by Jack Mayne
The first mayor of Burien is reawakening the angst over the “safety, security and well-being of ordinary citizens” that go to the City Hall and the King County Library.
Arun Jhaveri said in an email to City Hall and the City Council that something must be done to ensure “uncalled for behavior” in the public areas of the building must be controlled.
“The safety, security, and well being of ordinary Burien citizens, residents (and) guests have been in jeopardy for quite some time, when they use the Burien Library and the City Hall building, particularly those who accompany their children with them, due to the apparent scary and uncalled for behavior by such human elements as possible gang members, homeless people, and/or unhealthy, unclean,” Jhaveri wrote. “Unsanitary use of the restroom facilities by disrespectful people from within and outside the City of Burien. This situation must be immediately corrected to give full confidence to our city residents who need to use the public library, etc. along with their family members including children of all ages,” he wrote, adding, “It is simply not the homeless situation but much more serious and uncalled for in a city of ours, where we value everyone’s well being all the time.”
The city is keeping a close watch and the library pays for a special security guard, said the city’s communications manager, Katie Trefry. Some changes to the restrooms on the street level floor have been made to make it harder for persons to use drugs and disposal bins for drug needles have been put in place.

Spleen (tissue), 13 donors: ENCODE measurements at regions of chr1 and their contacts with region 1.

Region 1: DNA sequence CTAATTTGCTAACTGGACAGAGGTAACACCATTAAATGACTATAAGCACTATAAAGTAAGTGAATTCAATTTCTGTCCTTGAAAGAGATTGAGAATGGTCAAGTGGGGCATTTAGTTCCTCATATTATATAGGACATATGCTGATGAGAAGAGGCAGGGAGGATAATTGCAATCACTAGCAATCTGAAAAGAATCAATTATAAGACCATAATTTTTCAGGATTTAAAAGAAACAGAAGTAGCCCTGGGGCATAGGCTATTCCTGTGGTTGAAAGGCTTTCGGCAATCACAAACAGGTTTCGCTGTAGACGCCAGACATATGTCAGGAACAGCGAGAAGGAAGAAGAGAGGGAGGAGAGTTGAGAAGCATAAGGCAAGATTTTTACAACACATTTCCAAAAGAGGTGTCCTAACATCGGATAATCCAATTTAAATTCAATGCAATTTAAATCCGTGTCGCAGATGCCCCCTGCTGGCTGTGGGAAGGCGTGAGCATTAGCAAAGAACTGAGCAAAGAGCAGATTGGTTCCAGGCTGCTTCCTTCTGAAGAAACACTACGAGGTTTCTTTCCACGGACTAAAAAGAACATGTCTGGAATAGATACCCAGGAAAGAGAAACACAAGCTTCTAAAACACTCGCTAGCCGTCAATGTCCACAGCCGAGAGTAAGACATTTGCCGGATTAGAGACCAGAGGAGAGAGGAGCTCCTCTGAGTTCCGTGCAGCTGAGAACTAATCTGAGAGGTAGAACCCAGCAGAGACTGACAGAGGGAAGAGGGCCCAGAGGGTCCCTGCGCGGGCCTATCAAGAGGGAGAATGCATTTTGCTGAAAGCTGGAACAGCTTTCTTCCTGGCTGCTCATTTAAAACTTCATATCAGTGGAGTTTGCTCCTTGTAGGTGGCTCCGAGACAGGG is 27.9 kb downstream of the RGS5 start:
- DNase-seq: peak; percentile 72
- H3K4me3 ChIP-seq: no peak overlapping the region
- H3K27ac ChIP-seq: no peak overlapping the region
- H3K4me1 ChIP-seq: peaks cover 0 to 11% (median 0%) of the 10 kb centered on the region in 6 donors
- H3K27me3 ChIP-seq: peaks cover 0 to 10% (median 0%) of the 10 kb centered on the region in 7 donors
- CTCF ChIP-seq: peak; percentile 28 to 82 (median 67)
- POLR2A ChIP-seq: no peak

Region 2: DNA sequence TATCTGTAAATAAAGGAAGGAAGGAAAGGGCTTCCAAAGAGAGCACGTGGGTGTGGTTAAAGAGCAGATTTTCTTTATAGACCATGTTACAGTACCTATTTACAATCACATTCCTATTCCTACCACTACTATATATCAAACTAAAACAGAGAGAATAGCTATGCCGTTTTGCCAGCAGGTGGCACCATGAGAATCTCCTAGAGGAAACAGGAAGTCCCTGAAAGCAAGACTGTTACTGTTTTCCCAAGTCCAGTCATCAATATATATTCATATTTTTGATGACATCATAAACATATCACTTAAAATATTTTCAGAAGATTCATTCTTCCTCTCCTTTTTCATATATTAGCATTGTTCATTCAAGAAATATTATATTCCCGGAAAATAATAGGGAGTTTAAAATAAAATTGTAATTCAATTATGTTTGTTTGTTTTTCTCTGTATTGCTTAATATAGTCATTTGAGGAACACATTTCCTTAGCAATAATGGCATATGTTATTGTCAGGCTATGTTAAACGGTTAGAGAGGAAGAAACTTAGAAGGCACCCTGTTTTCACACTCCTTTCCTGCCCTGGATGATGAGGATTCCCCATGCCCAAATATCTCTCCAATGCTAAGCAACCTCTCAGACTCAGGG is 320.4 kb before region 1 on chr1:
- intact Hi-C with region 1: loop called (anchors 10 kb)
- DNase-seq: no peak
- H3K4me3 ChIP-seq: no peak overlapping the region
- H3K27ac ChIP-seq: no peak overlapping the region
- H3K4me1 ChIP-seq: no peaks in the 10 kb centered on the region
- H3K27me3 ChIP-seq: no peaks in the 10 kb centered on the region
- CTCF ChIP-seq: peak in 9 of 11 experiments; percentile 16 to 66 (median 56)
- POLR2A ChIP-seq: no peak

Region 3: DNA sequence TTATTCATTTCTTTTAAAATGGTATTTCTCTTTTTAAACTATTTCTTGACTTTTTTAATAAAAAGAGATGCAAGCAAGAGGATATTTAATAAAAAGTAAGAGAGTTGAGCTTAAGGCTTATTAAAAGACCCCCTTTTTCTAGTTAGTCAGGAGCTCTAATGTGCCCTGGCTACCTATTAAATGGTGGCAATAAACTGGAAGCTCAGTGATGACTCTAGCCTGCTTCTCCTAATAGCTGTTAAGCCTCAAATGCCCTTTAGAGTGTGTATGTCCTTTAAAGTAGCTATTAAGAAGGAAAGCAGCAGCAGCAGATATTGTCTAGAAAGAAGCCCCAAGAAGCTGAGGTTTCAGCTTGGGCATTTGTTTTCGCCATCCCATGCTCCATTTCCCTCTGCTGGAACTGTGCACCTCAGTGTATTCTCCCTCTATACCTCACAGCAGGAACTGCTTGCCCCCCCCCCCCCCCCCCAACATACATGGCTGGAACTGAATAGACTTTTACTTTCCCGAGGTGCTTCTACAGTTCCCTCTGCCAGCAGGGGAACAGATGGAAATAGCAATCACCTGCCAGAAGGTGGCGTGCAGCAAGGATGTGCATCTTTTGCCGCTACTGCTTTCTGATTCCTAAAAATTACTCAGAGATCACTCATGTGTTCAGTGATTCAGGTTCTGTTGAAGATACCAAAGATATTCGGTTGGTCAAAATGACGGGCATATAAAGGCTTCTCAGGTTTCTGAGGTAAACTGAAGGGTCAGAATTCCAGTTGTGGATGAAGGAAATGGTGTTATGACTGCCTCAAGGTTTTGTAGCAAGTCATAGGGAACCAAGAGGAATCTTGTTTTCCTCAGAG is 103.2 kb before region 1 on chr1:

Jhaveri said many residents who live in Three Tree Point and Maplewild area homes “are still using septic tanks for their sewer (and) sanitary needs. It does not make any sense in our 21st century to have these systems continue to function when majority of our citizens enjoy the modern sewer system connections.”
He noted that the Southwest Suburban Sewer District is the organization that controls sewer services in the area but that the “City of Burien should play an important and urgent role to convert all septic sewer systems to current public works standards.”
The city says anytime the subject of the cost of replacing septic tanks with sewer service comes, residents drop the matter.
Jhaveri said another way to handle the matter would be to form a local improvement district, which “could be an environmentally sustainable solution from a life cycle cost/benefit perspective as well as consistent with the Burien’s vision that our citizens/residents helped develop for implementation.”
Eagle Landing Park
Jhaveri also suggested the local Boy Scouts and other “environmental, parks and recreation groups and city staff can work together â€¦ to permanently provide a safe and danger-free path to and from the beachfront for everyone.”
The city has repaired the area several times, said Trefry, and it always has washed out and several people have told The B-Town Blog the area needs to be fenced off and all admission should be stopped due to the dangers on the stairs and on the beach property below. One person suggested the city should sell the land to a private party because of the dangers of potential lawsuits.]]>
by Jack Mayne